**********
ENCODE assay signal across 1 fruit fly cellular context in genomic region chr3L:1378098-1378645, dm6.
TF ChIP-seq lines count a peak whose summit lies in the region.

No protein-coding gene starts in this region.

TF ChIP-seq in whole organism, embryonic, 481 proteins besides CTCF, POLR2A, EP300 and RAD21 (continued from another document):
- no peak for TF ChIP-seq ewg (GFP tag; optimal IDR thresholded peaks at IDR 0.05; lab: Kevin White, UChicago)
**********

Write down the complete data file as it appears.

ENCODE assay signal across 1 fruit fly cellular context in genomic region chr3L:1378098-1378645, dm6.
TF ChIP-seq lines count a peak whose summit lies in the region.

No protein-coding gene starts in this region.

TF ChIP-seq in whole organism, embryonic, 481 proteins besides CTCF, POLR2A, EP300 and RAD21 (continued from another document):
- no peak for TF ChIP-seq ewg (GFP tag; optimal IDR thresholded peaks at IDR 0.05; lab: Kevin White, UChicago)